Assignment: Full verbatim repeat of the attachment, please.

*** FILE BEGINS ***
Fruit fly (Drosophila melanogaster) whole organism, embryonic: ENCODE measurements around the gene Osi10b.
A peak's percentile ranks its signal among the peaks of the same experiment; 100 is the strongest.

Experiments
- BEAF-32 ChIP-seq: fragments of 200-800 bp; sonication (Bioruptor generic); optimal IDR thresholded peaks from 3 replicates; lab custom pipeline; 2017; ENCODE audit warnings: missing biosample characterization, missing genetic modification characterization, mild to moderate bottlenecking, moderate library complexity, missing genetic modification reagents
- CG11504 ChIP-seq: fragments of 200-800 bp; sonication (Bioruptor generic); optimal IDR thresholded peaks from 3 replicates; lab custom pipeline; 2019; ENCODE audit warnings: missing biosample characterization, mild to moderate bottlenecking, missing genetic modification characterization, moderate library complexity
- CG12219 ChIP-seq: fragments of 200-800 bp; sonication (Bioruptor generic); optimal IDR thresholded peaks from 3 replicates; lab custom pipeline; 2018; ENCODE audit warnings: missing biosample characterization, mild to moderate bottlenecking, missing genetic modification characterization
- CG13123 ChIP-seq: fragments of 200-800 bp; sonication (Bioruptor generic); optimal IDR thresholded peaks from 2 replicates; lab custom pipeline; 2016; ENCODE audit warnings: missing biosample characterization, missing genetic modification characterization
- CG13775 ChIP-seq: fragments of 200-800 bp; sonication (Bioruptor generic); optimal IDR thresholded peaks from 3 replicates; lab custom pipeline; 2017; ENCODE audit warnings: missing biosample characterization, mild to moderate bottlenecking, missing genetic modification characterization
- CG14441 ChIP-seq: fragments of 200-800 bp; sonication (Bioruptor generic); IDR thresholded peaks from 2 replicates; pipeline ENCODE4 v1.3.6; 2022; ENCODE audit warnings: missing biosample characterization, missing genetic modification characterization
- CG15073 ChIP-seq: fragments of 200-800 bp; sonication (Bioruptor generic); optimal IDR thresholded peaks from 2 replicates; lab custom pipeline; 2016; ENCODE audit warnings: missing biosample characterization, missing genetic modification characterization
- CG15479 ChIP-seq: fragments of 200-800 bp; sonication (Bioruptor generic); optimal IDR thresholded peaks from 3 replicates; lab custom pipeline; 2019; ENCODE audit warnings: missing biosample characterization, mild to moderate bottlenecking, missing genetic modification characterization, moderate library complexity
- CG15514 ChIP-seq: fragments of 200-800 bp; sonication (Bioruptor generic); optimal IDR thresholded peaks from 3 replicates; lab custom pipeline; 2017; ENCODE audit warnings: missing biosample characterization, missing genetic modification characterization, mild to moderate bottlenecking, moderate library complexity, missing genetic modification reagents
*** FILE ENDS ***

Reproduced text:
Fruit fly (Drosophila melanogaster) whole organism, embryonic: ENCODE measurements around the gene Osi10b.
A peak's percentile ranks its signal among the peaks of the same experiment; 100 is the strongest.

Experiments
- BEAF-32 ChIP-seq: fragments of 200-800 bp; sonication (Bioruptor generic); optimal IDR thresholded peaks from 3 replicates; lab custom pipeline; 2017; ENCODE audit warnings: missing biosample characterization, missing genetic modification characterization, mild to moderate bottlenecking, moderate library complexity, missing genetic modification reagents
- CG11504 ChIP-seq: fragments of 200-800 bp; sonication (Bioruptor generic); optimal IDR thresholded peaks from 3 replicates; lab custom pipeline; 2019; ENCODE audit warnings: missing biosample characterization, mild to moderate bottlenecking, missing genetic modification characterization, moderate library complexity
- CG12219 ChIP-seq: fragments of 200-800 bp; sonication (Bioruptor generic); optimal IDR thresholded peaks from 3 replicates; lab custom pipeline; 2018; ENCODE audit warnings: missing biosample characterization, mild to moderate bottlenecking, missing genetic modification characterization
- CG13123 ChIP-seq: fragments of 200-800 bp; sonication (Bioruptor generic); optimal IDR thresholded peaks from 2 replicates; lab custom pipeline; 2016; ENCODE audit warnings: missing biosample characterization, missing genetic modification characterization
- CG13775 ChIP-seq: fragments of 200-800 bp; sonication (Bioruptor generic); optimal IDR thresholded peaks from 3 replicates; lab custom pipeline; 2017; ENCODE audit warnings: missing biosample characterization, mild to moderate bottlenecking, missing genetic modification characterization
- CG14441 ChIP-seq: fragments of 200-800 bp; sonication (Bioruptor generic); IDR thresholded peaks from 2 replicates; pipeline ENCODE4 v1.3.6; 2022; ENCODE audit warnings: missing biosample characterization, missing genetic modification characterization
- CG15073 ChIP-seq: fragments of 200-800 bp; sonication (Bioruptor generic); optimal IDR thresholded peaks from 2 replicates; lab custom pipeline; 2016; ENCODE audit warnings: missing biosample characterization, missing genetic modification characterization
- CG15479 ChIP-seq: fragments of 200-800 bp; sonication (Bioruptor generic); optimal IDR thresholded peaks from 3 replicates; lab custom pipeline; 2019; ENCODE audit warnings: missing biosample characterization, mild to moderate bottlenecking, missing genetic modification characterization, moderate library complexity
- CG15514 ChIP-seq: fragments of 200-800 bp; sonication (Bioruptor generic); optimal IDR thresholded peaks from 3 replicates; lab custom pipeline; 2017; ENCODE audit warnings: missing biosample characterization, missing genetic modification characterization, mild to moderate bottlenecking, moderate library complexity, missing genetic modification reagents